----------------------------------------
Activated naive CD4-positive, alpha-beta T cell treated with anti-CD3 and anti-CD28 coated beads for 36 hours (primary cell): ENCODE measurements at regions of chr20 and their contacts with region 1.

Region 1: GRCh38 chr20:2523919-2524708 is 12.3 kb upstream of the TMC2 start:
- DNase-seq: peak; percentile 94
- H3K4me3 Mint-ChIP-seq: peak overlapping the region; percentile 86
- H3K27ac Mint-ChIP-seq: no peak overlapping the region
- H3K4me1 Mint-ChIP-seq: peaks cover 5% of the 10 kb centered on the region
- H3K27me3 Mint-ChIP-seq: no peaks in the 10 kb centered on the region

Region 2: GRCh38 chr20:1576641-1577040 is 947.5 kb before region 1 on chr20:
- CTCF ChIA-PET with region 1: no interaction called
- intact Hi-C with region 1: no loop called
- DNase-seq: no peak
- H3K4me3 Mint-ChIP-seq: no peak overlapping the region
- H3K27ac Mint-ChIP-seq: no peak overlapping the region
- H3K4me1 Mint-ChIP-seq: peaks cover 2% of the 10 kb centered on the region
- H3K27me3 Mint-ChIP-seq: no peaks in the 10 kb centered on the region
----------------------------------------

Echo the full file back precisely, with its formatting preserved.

Activated naive CD4-positive, alpha-beta T cell treated with anti-CD3 and anti-CD28 coated beads for 36 hours (primary cell): ENCODE measurements at regions of chr20 and their contacts with region 1.

Region 1: GRCh38 chr20:2523919-2524708 is 12.3 kb upstream of the TMC2 start:
- DNase-seq: peak; percentile 94
- H3K4me3 Mint-ChIP-seq: peak overlapping the region; percentile 86
- H3K27ac Mint-ChIP-seq: no peak overlapping the region
- H3K4me1 Mint-ChIP-seq: peaks cover 5% of the 10 kb centered on the region
- H3K27me3 Mint-ChIP-seq: no peaks in the 10 kb centered on the region

Region 2: GRCh38 chr20:1576641-1577040 is 947.5 kb before region 1 on chr20:
- CTCF ChIA-PET with region 1: no interaction called
- intact Hi-C with region 1: no loop called
- DNase-seq: no peak
- H3K4me3 Mint-ChIP-seq: no peak overlapping the region
- H3K27ac Mint-ChIP-seq: no peak overlapping the region
- H3K4me1 Mint-ChIP-seq: peaks cover 2% of the 10 kb centered on the region
- H3K27me3 Mint-ChIP-seq: no peaks in the 10 kb centered on the region